Everyone knows the parable of the publican and the Pharisee. For us, modern readers, the publican is a “good guy”, while the Pharisee is obviously “bad”. We view Pharisees as proud, arrogant, soulless religious formalists, considering publicans humble people, of whom the Lord justly approves. All of this is obvious to us. It was not so however with the contemporaries of the Lord Jesus, whom this parable probably resented and offended.
In the times of the Gospel, the situation was just the opposite. Pharisees were good people, in fact, the best people in the nation. They were the most religiously active part of the Israelites. They carefully studied the divinely revealed Law of Moses in order to implement it in every detail. What seems to us as stupid pettiness was in fact a desire to do everything right, so that everything in life, including work, rest, trade and cooking, was in agreement with the Law of God. The Pharisees loved the law and sought to teach it to the people.
In the meantime, publicans really were people with dead morals. It is clear that a publican is a tax collector, but today in order to understand the negative meaning of this word we should also know that in ancient times, publicans were charged with a duty to provide a certain amount for the treasury, while their own reward was everything extra that they were able squeeze out of people. Publicans were known for most gross and cruel abuses.
The word “publican” was a synonym for a shameless and heartless extortionist, easily taking away someone’s last piece of bread. In addition, publicans worked for the hated pagan invaders, the Romans. They were both morally and religiously defiled people, the exact opposite of the Pharisees. How is it that the publican goes to his house “justified rather than the other”?
Isn’t that outrageous and immoral? How can God prefer an outright scoundrel to an honest, moral and deeply religious person? Such a question certainly arose among the Lord’s listeners and many others, both Jews and Gentiles. Celsus, the most famous of the ancient critics of Christianity, wrote, “According to their teaching, God will accept a wicked person if he humbles himself under the weight of a disaster, and yet, He will not accept a righteous one who already possesses virtue from the very beginning and turns his gaze upward!”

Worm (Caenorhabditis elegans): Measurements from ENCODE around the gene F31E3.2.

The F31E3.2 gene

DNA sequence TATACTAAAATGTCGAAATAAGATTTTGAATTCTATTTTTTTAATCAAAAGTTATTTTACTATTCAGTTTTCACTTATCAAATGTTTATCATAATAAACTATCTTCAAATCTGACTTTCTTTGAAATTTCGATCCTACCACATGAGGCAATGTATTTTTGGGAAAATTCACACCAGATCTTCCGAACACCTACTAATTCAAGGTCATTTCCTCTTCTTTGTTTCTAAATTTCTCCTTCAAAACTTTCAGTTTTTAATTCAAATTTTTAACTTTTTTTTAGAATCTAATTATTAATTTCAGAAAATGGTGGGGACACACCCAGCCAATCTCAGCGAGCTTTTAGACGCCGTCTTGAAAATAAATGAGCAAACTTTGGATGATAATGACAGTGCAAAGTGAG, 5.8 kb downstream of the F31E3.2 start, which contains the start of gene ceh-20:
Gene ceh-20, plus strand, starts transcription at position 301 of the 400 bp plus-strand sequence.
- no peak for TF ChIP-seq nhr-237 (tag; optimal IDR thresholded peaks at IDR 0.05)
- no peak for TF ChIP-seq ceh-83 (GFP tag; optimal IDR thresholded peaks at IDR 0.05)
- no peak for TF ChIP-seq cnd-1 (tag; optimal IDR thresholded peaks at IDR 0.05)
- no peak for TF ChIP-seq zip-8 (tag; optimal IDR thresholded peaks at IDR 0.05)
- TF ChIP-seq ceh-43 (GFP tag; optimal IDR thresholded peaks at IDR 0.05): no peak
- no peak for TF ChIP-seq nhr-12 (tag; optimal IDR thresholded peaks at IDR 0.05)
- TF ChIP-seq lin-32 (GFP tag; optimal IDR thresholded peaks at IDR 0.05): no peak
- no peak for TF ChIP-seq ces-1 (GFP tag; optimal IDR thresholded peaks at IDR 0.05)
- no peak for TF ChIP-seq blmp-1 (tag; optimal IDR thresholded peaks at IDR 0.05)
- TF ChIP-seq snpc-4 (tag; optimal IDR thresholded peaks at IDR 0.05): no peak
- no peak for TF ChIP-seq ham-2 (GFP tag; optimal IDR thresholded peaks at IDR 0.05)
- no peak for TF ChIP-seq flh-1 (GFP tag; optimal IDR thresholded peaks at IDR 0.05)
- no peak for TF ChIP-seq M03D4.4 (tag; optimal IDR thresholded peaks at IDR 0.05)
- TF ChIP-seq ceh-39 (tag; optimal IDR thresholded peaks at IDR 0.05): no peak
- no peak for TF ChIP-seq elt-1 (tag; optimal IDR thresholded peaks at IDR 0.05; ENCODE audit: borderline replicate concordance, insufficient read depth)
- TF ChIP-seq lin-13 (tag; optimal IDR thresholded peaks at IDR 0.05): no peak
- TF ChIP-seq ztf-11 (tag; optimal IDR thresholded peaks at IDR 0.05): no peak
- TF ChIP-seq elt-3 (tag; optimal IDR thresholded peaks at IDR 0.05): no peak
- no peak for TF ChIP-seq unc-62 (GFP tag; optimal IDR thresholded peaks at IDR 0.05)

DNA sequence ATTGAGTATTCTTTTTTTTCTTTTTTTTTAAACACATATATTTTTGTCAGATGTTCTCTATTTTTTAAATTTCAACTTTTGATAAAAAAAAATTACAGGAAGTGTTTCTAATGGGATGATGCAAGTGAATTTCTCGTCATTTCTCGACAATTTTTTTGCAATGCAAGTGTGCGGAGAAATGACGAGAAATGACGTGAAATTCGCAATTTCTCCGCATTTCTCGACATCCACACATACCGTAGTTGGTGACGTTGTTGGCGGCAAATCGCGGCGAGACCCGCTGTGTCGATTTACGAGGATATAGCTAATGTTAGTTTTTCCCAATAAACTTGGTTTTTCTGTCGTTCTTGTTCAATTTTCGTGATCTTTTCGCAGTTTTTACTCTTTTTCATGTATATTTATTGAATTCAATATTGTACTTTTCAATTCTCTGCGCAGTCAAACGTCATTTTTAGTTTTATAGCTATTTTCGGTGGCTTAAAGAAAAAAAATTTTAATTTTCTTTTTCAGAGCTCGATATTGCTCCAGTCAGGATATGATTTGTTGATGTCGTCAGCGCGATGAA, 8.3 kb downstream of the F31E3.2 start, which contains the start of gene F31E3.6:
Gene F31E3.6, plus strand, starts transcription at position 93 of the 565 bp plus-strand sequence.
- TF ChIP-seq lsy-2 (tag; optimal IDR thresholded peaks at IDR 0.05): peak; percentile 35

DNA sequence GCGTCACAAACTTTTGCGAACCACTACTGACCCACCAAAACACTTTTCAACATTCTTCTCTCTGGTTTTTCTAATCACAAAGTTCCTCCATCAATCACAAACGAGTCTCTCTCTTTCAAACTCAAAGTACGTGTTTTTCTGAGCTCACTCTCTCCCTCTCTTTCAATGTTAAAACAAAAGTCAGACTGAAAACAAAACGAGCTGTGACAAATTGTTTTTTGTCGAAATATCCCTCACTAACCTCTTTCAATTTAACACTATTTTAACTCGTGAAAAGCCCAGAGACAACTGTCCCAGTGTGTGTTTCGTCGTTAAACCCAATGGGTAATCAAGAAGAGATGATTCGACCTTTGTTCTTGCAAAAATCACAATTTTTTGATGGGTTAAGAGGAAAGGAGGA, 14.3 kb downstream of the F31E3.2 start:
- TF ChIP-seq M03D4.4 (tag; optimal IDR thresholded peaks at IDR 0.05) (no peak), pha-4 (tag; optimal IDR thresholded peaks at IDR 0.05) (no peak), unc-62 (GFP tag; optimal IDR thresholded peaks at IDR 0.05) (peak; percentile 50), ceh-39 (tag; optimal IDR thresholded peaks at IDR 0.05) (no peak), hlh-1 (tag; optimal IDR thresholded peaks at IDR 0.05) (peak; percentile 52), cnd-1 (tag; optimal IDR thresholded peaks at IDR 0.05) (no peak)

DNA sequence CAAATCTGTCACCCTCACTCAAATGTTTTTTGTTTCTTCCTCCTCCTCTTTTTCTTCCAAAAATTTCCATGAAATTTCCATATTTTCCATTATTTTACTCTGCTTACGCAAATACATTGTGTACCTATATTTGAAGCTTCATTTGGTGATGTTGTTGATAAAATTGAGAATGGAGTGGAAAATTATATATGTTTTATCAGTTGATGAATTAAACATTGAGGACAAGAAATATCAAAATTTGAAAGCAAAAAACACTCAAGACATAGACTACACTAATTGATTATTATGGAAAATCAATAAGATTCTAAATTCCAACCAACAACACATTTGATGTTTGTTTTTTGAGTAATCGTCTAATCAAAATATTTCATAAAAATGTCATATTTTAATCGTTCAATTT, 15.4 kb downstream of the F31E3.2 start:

This question is still being asked. “If a decent and honest person died in a non-repentant state like this, would he be deprived of the Kingdom, while some scoundrel and thief repented, believed and would be saved? Why in the world is this so? This is too bitter!”
We are all sinners and have no other hope than the mercy of God. Those who lead a clearly immoral and shameful life, and those whom society views as moral and religious people, are sinful and in need of salvation. This is easier to understand for those whose lives are clearly vicious.
There are many stories in the lives of saints about robbers, thieves, prostitutes and all kinds of outcasts, touched by the grace of God. At some point they saw their lives with horror, disgust and indignation and rushed to God, seeking salvation. Now the Church honors them as great saints.
Sometimes a person reaches the very bottom before he turns to salvation. I know people who were alcoholics and drug addicts when it became piercingly clear to them that in a few more days, or maybe hours, they would die in the gutter. Then they cried out to God for mercy and they found it.
The trouble with the Pharisee is that everything is alright with him, at least in his eyes. Yes, this Publican is an example of moral decline, while the Pharisee is a good person who knows about it. Instead of seeking the mercy of God, he seeks recognition of his merits. However, the truth is that being a respected member of society, he remains a miserable sinner before God. The prophet Isaiah, a moral, deeply religious man, having experienced a vision of God in the Temple, exclaimed, “Woe is me! I am lost, for I am a man of unclean lips, and I live among a people of unclean lips; yet my eyes have seen the King, the Lord of hosts!” (Isaiah 6:5)
The Lord says in Revelation, “For you say, ‘I am rich, I have prospered, and I need nothing.’ You do not realize that you are wretched, pitiable, poor, blind, and naked” (Rev. 3:17).
When we become similar to the Pharisee, trying to enumerate our merits and making ourselves look better than others, we close ourselves off from the grace of God. When we come to the Lord, as we are – poor, blind naked, guilty and wicked – and reveal our sins to Him, we receive mercy and forgiveness. We find ourselves accepted, loved, forgiven and comforted; and we see that the foolish pretense of self-righteousness should have long been abandoned.
Translated by The Catalogue of Good Deeds